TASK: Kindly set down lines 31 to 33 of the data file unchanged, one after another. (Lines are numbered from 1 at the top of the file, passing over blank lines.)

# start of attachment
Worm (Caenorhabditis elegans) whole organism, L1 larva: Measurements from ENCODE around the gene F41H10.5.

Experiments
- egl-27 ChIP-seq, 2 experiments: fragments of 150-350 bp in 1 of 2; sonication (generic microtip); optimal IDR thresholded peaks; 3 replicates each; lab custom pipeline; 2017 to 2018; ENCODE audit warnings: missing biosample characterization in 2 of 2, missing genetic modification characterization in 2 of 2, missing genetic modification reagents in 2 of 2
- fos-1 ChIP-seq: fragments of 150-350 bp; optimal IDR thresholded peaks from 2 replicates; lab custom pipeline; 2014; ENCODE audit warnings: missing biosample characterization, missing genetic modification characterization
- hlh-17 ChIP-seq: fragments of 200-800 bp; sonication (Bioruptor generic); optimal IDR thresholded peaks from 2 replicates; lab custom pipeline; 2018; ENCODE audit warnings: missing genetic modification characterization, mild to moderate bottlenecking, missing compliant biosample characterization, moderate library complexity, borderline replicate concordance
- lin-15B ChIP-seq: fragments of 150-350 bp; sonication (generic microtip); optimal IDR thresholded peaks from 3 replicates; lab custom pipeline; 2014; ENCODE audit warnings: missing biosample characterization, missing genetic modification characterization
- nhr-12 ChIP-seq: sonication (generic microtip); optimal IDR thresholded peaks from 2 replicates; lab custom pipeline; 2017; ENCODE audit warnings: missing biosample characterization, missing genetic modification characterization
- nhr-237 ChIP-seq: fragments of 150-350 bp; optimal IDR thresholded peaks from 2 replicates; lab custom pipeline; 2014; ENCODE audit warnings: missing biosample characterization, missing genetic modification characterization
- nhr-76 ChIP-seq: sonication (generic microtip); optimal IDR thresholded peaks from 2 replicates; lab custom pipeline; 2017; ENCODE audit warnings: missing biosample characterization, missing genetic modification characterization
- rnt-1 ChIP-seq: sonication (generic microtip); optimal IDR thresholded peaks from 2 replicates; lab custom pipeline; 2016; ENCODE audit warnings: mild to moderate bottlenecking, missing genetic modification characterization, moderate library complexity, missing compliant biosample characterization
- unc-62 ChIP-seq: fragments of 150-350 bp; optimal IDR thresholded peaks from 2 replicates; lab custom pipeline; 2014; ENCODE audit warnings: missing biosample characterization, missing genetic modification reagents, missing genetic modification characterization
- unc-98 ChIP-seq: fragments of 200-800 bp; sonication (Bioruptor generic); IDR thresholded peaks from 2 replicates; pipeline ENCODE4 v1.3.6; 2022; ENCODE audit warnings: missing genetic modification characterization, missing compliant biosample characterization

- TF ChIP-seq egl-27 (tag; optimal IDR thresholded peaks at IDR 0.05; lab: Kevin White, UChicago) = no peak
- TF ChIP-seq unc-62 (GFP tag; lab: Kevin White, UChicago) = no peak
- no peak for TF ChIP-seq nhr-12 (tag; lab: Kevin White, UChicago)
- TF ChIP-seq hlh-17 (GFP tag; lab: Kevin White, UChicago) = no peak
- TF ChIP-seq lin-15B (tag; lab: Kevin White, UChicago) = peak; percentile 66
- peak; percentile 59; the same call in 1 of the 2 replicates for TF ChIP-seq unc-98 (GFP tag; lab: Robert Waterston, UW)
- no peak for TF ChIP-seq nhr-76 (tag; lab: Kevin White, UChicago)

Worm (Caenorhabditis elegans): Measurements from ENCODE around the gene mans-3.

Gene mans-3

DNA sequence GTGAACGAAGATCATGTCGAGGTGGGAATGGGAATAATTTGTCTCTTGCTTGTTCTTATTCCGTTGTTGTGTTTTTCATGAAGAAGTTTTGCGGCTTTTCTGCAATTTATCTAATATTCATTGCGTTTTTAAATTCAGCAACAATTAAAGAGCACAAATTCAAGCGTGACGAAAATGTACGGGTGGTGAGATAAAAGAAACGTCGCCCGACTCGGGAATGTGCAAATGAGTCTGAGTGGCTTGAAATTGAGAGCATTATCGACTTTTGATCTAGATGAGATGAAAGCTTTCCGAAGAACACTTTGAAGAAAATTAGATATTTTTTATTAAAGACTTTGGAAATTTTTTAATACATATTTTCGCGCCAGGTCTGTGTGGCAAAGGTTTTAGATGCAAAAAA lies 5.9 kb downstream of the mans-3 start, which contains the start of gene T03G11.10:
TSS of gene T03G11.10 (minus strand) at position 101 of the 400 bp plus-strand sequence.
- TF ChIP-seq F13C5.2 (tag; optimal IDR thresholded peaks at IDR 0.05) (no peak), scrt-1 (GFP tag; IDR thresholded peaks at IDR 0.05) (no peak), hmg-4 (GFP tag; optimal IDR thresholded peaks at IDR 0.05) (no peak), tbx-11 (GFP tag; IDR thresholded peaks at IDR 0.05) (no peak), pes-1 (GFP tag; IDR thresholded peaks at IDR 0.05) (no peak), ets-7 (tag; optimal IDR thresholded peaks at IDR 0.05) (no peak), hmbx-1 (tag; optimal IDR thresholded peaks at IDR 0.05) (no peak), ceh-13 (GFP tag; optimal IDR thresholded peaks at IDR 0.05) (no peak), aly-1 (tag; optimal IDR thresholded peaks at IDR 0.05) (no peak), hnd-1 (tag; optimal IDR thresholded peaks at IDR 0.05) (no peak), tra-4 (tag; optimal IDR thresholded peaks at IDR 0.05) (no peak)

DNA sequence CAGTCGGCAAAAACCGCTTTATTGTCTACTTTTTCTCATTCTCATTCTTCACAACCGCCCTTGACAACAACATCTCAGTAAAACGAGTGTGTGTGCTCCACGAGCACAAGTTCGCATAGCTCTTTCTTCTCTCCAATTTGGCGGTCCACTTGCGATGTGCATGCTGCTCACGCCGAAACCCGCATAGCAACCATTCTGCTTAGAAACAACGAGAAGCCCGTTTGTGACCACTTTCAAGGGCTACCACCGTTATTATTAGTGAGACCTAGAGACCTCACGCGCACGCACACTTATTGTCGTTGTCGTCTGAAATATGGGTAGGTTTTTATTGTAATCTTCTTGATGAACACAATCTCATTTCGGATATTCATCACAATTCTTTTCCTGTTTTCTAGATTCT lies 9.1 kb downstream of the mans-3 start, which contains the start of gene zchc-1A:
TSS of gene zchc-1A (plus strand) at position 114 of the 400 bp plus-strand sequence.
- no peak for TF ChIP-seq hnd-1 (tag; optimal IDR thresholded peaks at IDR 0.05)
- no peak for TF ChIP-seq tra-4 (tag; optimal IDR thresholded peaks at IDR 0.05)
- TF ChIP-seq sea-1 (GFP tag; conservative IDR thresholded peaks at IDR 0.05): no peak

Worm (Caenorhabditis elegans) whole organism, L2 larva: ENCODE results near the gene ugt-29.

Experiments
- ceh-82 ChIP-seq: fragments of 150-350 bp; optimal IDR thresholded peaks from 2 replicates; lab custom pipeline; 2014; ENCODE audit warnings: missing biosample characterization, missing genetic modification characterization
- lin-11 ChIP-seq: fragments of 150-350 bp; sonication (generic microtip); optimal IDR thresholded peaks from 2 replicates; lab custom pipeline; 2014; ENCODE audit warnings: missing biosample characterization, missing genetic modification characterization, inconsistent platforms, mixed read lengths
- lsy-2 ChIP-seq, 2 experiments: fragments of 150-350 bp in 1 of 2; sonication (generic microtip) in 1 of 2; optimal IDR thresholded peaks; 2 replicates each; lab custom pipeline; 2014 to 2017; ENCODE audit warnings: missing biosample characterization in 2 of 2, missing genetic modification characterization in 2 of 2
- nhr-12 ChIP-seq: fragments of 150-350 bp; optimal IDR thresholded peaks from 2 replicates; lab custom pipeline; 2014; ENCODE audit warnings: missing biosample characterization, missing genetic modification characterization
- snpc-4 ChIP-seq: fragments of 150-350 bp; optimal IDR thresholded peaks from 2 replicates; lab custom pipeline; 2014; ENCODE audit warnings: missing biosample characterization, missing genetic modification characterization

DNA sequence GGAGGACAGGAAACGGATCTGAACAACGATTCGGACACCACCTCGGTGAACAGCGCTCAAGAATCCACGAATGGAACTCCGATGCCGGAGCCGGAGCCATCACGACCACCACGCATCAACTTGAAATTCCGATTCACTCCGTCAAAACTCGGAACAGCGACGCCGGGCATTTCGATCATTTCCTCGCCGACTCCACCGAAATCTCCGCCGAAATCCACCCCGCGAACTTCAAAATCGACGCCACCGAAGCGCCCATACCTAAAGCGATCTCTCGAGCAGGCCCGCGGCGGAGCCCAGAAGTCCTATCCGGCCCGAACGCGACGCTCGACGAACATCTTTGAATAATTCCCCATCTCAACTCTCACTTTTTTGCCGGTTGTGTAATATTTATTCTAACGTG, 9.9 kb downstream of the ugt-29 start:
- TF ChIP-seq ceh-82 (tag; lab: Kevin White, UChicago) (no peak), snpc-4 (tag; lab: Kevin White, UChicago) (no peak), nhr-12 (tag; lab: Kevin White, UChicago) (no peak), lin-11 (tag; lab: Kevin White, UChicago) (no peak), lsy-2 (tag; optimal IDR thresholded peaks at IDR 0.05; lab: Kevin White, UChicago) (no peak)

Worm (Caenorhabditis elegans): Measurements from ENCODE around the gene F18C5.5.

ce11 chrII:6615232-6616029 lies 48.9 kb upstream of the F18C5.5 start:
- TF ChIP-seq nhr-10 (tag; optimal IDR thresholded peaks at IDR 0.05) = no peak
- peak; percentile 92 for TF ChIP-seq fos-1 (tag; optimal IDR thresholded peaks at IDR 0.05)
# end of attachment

Experiments
- ceh-82 ChIP-seq: fragments of 150-350 bp; optimal IDR thresholded peaks from 2 replicates; lab custom pipeline; 2014; ENCODE audit warnings: missing biosample characterization, missing genetic modification characterization
- lin-11 ChIP-seq: fragments of 150-350 bp; sonication (generic microtip); optimal IDR thresholded peaks from 2 replicates; lab custom pipeline; 2014; ENCODE audit warnings: missing biosample characterization, missing genetic modification characterization, inconsistent platforms, mixed read lengths